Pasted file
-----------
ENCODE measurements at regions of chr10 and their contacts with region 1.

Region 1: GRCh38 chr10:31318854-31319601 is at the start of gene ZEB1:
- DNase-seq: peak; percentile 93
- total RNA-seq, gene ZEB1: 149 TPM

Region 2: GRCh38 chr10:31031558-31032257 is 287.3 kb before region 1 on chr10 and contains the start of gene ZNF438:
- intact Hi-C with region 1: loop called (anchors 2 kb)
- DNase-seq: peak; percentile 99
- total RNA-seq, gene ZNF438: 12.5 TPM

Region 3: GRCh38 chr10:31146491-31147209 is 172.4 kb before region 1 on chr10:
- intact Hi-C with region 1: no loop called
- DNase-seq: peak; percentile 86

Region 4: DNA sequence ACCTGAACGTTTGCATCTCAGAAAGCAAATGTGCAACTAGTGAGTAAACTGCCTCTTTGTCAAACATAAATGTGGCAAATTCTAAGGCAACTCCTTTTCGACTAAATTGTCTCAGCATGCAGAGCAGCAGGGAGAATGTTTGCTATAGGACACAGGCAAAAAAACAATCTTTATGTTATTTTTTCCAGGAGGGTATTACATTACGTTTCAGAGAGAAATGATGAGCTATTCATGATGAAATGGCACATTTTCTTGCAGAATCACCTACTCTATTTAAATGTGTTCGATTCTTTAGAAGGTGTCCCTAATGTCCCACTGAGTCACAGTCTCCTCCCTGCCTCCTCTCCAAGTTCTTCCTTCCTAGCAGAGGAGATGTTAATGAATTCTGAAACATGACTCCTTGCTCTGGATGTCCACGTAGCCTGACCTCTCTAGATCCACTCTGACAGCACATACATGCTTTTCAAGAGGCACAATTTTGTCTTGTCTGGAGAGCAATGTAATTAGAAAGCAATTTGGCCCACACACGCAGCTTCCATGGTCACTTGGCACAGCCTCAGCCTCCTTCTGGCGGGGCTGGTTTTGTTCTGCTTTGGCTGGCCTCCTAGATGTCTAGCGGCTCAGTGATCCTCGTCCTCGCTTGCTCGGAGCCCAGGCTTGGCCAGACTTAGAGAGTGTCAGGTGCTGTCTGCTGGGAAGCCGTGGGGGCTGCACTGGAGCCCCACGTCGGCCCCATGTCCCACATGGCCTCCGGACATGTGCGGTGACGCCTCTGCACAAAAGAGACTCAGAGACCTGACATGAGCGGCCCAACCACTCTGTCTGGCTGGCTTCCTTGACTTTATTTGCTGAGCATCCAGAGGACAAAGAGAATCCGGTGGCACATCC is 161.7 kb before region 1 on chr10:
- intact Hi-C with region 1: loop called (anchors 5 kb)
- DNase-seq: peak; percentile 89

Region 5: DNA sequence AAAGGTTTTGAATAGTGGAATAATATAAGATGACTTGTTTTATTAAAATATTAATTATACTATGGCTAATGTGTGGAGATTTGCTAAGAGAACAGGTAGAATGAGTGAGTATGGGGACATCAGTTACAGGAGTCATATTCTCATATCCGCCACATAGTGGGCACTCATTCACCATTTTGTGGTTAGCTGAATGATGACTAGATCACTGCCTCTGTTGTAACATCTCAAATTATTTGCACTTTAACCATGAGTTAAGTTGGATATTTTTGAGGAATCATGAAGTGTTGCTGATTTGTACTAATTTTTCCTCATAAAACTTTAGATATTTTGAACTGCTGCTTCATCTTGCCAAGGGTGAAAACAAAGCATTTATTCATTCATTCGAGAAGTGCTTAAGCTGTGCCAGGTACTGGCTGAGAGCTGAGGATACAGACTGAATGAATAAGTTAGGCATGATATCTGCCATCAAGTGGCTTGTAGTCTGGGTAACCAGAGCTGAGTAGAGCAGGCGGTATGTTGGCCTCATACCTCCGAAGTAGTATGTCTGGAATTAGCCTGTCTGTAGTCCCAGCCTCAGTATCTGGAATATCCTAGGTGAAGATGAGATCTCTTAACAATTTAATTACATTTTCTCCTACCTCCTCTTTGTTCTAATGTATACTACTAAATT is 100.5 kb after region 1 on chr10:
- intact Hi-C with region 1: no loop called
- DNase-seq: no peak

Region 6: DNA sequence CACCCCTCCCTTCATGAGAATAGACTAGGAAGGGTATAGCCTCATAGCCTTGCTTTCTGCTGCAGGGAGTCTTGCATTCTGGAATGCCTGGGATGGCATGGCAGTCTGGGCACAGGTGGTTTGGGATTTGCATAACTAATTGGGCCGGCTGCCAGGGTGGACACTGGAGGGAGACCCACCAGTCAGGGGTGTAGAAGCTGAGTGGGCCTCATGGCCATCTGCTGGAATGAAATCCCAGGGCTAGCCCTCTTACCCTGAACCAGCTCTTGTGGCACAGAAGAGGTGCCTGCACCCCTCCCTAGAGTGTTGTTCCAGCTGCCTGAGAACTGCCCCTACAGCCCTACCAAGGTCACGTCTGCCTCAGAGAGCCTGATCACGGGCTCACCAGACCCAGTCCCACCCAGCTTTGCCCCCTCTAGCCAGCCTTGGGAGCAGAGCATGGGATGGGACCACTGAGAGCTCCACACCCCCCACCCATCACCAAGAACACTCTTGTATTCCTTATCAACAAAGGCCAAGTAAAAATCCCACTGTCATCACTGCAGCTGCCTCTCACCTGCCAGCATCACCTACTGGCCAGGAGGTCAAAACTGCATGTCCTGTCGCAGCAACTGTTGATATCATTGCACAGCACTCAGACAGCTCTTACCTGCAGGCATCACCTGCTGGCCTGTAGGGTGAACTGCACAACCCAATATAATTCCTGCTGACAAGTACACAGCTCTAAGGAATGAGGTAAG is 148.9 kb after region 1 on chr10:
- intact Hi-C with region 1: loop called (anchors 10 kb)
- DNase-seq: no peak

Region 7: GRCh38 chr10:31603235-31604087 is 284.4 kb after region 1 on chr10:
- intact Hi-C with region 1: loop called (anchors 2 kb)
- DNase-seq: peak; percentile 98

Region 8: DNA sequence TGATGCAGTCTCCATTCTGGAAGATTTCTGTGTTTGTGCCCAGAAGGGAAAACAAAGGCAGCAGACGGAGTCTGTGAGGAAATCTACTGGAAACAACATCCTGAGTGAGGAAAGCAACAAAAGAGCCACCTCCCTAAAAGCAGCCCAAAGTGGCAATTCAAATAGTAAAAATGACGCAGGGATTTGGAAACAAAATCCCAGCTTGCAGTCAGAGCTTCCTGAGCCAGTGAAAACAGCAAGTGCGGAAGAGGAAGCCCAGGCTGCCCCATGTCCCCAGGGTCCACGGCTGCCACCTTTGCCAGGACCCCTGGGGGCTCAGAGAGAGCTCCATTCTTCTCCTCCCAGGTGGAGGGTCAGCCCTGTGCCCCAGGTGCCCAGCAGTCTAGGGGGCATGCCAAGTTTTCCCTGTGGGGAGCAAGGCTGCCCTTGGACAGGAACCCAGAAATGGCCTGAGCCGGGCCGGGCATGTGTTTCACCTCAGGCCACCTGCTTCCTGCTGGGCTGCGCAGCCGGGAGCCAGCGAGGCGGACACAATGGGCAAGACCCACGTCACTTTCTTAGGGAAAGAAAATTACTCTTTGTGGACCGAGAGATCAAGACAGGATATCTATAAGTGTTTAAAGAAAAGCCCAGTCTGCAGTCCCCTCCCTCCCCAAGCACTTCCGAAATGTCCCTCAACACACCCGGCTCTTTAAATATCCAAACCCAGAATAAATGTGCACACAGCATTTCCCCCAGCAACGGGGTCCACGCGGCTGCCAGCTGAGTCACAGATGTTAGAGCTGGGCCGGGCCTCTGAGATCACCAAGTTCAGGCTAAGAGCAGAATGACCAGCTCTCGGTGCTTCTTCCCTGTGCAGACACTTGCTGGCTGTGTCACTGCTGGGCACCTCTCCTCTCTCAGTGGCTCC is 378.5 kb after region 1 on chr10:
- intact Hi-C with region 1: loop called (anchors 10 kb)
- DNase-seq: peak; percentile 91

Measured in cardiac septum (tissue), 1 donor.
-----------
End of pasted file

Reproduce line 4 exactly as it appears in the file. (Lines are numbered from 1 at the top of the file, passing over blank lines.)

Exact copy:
- total RNA-seq, gene ZEB1: 149 TPM